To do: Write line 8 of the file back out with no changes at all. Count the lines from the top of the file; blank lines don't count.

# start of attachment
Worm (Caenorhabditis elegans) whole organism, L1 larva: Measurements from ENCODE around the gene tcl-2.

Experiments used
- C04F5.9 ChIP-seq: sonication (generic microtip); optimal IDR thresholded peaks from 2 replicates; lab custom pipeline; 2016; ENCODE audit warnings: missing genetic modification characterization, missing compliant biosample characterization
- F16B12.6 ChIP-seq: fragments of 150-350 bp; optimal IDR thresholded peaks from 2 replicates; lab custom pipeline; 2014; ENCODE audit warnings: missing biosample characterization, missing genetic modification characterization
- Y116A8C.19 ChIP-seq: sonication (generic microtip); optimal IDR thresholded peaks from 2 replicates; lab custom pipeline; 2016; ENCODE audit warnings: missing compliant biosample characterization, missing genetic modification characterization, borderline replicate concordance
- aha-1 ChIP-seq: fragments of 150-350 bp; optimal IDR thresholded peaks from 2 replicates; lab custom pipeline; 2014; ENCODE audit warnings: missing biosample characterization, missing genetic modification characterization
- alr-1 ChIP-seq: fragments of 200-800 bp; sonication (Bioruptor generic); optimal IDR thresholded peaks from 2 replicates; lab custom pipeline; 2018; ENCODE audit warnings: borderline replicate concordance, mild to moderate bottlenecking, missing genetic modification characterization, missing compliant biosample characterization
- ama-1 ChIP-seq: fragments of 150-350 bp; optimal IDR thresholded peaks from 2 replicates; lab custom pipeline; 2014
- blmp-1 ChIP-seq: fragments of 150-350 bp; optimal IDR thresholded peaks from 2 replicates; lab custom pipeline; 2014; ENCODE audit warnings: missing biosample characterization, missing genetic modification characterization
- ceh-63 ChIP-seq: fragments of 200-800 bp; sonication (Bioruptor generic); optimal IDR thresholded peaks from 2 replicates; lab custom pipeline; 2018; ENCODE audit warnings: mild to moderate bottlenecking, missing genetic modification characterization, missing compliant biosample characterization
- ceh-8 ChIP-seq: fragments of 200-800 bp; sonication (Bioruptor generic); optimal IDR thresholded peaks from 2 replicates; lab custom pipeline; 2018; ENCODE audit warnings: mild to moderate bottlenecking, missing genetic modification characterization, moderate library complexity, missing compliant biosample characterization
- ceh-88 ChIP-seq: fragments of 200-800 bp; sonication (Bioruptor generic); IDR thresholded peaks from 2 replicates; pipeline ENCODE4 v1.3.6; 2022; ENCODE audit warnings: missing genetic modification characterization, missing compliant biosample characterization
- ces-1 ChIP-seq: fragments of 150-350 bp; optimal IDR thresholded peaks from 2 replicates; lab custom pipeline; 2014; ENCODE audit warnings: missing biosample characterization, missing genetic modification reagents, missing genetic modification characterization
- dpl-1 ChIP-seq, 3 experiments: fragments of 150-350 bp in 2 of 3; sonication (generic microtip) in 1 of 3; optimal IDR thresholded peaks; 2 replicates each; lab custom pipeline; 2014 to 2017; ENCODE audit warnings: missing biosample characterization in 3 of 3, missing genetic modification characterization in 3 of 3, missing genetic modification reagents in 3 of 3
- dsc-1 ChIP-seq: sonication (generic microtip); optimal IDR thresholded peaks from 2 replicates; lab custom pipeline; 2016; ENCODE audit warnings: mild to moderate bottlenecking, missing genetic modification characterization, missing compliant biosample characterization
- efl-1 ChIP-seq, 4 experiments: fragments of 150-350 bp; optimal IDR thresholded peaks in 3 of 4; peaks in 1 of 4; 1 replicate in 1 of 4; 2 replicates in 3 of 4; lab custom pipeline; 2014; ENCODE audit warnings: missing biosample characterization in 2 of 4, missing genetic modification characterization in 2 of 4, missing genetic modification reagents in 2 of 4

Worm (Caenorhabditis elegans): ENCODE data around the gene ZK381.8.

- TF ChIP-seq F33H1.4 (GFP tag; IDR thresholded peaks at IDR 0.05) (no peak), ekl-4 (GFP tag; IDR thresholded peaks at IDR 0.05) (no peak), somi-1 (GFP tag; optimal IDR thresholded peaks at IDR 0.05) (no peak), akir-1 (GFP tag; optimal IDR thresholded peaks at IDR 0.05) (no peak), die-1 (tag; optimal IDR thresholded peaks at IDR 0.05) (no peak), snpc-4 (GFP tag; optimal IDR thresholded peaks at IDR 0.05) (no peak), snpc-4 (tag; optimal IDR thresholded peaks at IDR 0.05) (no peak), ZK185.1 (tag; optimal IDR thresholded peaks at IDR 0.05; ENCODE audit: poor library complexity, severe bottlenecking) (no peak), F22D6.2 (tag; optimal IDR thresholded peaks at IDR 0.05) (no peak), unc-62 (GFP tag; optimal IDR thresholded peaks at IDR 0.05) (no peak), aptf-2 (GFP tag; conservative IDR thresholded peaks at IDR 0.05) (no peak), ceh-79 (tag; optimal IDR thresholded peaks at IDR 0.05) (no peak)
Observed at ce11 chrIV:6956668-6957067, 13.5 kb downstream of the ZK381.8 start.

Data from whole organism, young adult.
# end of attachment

- ama-1 ChIP-seq: fragments of 150-350 bp; optimal IDR thresholded peaks from 2 replicates; lab custom pipeline; 2014